Tuesday, 25 November 2014


Three Stacked Buoys by the Sea, oil on canvas, 50" x 42", Steven Rhude, private collection

The objective of achieving balance in life is constantly being assessed owing to our knowledge of opposing forces. From family, friends, to community. The human body, diet, the life cycle - existence and mortality; the idea of spirit. Our place in the Maritimes, church, state, and equality. Relationships, close or long distance, personal or political, are forever subject to the vicissitude's of external and internal forces. Forever being analyzed, scrutinized, and catagorized.

While working on this painting, my youngest son Samuel, observed that he would hold the water back, because he liked the idea that something so seemingly difficult to balance could be achieved.  I asked him how long he thought he could hold back the advancing ocean?  He replied: "for at least as long as it takes you to finish the painting."

Sam has a way of leaving me at a loss for words.

Steven Rhude, Wolfville, NS

Tuesday, 11 November 2014

From the Chronicle Herald

Laura Kenney, Bedside

Steven Rhude, Burning Light


AT THE GALLERIES: Rugs, paintings shine light on architecture of coastal beacons

Laura Kenney is a lively, expressive rug-hooker; Steven Rhude a quiet, intellectual painter.
But the two share a passion for lighthouses, an offbeat sense of humour and a talent for their chosen medium.
Their dual exhibit, I’m a Lighthouse; It’s Your Call, at Harvest Gallery in Wolfville to Nov. 16, is a cry for the preservation of lighthouses in playful and poignant pieces.

“When I first read the article that lighthouses were being declared surplus I couldn’t believe it,” says Rhude, a Quebec-born, Wolfville-based painter who has also lived in Fox Island Main, Guysborough County, and Lunenburg.

Similarly alarmed Kenney started a summertime mission two years ago to search out the province’s lighthouses with her two kids. She and Rhude both refer to Rip Irwin’s Lighthouses and Lights of Nova Scotia and Chris Mills’ Lighthouse Memories.

“We’ve seen 30, and there’s 170! It’s been good for the kids,” says Kenney, particularly fond of the atypical black and white Margaretsville lighthouse.
The Truro artist has roots in Nova Scotia, “but I mostly grew up in Ontario,” she says.
“We would come here in the summer, and I associated Nova Scotia with lighthouses, saltwater taffy and bagpipes.”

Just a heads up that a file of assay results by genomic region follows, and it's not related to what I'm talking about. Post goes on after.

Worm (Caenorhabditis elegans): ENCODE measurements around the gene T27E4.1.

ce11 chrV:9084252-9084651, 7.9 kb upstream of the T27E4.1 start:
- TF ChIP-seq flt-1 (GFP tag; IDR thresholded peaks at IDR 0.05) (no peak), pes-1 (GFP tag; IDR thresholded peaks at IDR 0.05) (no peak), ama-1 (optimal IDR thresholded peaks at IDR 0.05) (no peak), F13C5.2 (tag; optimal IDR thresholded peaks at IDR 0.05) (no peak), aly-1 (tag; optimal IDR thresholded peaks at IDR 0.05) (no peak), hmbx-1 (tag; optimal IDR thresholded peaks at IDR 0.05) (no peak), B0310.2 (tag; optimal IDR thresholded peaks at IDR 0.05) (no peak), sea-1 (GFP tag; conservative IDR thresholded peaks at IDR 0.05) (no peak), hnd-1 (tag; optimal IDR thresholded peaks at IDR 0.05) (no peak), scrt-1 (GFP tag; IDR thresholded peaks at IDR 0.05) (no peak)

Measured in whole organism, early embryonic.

Harvest Gallery owner Lynda MacDonald put the two together. Kenney asked her for a show but not a solo one.

“I wanted a buddy. Lynda looked behind her, and there was a Steven Rhude painting on the wall.”
Rhude was keen to team up.

“I knew we had an affinity for lighthouses. I was also fascinated by the idea of sharing something as meticulous as a painting next to something organic in a rug-hooking style.

“What I like about what Laura’s doing is she’s using the tradition of rug-hooking as a form of social commentary, and she’s created an alter ego. Judy’s like the patron saint of lighthouses.”
Judy is a character who “just evolved” two years ago, says Kenney. She has red hair, a long black dress and red rain boots. She is nobody’s fool.

“She has no filters; she’s brave,” says Rhude.

“She can say things you think or wouldn’t say in a crowd.”

In Kenney’s playful, vibrant hooked rugs, Judy hugs a lighthouse, props it up, wears a red and white lighthouse dress, hangs a lighthouse on a clothesline or tries to push one back up from her stance in a small red boat at sea.

Kenney also creates stark, poignant images. Judy is in a funeral procession of women carrying a giant lighthouse with a large crow at the rear. In the dramatic, gothic, rural artwork Graveside Judy, the forlorn figure is a lonely mourner with her arms stretched out like a cross. The crow is small, perched on a grey tombstone before the sea.

Kenney’s Cape Forchu is another gothic, proportionally askew image, with Judy holding lanterns and almost as tall as a lighthouse. It hangs next to Rhude’s sublime realist painting The Apple Core, of the Cape Forchu light, with a giant pale moon at the horizon.

This lighthouse, at the entrance to Yarmouth Harbour, was first lit in 1840 and rebuilt in an apple-core architectural style in 1962.